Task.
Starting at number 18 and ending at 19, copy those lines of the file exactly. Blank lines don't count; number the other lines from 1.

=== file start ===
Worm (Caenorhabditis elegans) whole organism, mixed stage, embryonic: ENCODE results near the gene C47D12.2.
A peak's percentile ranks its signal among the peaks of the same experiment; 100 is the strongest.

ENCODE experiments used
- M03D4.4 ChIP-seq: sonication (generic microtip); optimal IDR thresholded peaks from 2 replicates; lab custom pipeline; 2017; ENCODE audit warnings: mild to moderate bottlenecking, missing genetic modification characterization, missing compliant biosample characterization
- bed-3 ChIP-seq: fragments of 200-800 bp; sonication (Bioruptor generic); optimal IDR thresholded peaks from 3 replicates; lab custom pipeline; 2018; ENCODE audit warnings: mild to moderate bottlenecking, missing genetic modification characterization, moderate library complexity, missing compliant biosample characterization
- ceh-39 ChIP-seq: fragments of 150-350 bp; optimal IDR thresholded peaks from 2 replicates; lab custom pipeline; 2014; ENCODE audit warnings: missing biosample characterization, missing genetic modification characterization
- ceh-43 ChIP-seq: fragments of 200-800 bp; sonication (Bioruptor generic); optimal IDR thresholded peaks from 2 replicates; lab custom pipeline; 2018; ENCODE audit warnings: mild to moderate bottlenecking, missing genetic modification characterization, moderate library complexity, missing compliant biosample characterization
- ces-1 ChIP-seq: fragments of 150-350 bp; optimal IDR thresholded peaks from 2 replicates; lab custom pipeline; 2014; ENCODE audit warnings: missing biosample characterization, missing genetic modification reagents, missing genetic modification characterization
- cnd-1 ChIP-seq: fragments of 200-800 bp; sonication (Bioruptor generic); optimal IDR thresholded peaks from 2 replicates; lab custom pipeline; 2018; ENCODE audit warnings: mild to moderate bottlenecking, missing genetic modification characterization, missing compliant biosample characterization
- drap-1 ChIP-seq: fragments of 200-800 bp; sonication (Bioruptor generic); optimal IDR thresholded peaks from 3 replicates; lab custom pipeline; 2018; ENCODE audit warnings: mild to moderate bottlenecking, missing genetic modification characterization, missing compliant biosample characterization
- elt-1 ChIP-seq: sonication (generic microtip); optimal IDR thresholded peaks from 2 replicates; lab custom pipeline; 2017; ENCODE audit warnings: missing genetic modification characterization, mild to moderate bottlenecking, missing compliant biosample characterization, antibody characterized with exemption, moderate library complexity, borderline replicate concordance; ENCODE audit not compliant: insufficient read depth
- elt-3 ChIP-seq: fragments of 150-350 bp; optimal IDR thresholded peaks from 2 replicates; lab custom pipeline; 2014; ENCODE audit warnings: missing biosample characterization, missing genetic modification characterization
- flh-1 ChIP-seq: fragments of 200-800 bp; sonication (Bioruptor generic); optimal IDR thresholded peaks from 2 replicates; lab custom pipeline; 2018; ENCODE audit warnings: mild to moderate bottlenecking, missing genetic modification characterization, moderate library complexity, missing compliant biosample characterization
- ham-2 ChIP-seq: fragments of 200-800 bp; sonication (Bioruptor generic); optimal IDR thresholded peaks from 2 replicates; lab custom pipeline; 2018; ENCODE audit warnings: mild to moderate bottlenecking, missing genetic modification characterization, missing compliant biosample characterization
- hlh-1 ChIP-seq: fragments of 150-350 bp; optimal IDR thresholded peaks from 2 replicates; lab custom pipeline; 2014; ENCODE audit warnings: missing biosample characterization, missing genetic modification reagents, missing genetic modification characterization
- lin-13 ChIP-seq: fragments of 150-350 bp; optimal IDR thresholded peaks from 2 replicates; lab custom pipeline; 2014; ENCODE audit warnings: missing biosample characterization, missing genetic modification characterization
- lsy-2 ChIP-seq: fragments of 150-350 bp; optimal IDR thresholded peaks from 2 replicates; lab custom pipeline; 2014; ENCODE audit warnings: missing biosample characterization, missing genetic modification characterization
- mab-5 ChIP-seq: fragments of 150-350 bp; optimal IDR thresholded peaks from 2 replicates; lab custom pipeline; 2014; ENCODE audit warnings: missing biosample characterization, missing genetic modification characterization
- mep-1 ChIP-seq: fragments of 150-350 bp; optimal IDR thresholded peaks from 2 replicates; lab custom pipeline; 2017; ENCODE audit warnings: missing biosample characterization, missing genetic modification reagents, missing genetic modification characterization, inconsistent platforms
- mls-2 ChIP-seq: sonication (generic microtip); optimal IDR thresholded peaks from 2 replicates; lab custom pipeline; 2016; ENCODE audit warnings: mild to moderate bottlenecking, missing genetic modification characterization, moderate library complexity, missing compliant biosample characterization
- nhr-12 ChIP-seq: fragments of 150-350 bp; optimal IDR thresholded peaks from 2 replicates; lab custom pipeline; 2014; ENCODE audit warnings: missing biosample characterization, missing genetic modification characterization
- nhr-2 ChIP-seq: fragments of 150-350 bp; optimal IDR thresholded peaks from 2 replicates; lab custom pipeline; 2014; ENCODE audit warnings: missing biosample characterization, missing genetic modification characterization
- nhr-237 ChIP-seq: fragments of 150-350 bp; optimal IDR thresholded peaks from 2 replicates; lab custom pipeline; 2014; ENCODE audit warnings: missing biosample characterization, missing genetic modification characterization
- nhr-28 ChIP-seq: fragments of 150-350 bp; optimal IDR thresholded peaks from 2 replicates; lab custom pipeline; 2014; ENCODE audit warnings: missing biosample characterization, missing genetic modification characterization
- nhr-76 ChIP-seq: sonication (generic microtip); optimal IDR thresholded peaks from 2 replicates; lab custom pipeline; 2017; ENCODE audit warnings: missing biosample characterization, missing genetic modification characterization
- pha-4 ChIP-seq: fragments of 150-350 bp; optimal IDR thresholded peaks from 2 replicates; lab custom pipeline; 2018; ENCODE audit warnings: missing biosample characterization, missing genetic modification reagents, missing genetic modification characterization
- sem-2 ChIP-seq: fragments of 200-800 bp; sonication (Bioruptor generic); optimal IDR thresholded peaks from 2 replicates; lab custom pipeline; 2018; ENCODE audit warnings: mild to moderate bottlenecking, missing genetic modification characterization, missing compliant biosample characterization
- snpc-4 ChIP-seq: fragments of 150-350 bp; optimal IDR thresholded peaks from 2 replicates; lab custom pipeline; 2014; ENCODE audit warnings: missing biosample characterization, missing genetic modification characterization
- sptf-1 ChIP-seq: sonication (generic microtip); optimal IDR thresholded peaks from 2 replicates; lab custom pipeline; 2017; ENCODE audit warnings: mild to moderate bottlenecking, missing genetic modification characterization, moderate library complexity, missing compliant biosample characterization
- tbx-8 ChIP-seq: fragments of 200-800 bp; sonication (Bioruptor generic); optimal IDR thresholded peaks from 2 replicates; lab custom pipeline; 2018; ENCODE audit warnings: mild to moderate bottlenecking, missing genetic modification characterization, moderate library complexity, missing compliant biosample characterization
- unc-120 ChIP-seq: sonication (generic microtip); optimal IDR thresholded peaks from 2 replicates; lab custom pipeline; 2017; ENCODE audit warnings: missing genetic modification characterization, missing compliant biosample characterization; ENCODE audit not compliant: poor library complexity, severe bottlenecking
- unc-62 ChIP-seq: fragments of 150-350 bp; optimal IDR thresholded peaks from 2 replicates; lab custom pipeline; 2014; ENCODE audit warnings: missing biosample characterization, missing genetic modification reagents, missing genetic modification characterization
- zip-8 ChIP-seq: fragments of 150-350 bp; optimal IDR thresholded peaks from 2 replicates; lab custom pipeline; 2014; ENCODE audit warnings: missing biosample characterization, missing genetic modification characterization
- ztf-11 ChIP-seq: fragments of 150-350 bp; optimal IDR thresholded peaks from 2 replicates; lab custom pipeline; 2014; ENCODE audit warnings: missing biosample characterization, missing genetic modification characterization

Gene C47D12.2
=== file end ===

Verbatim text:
- mab-5 ChIP-seq: fragments of 150-350 bp; optimal IDR thresholded peaks from 2 replicates; lab custom pipeline; 2014; ENCODE audit warnings: missing biosample characterization, missing genetic modification characterization
- mep-1 ChIP-seq: fragments of 150-350 bp; optimal IDR thresholded peaks from 2 replicates; lab custom pipeline; 2017; ENCODE audit warnings: missing biosample characterization, missing genetic modification reagents, missing genetic modification characterization, inconsistent platforms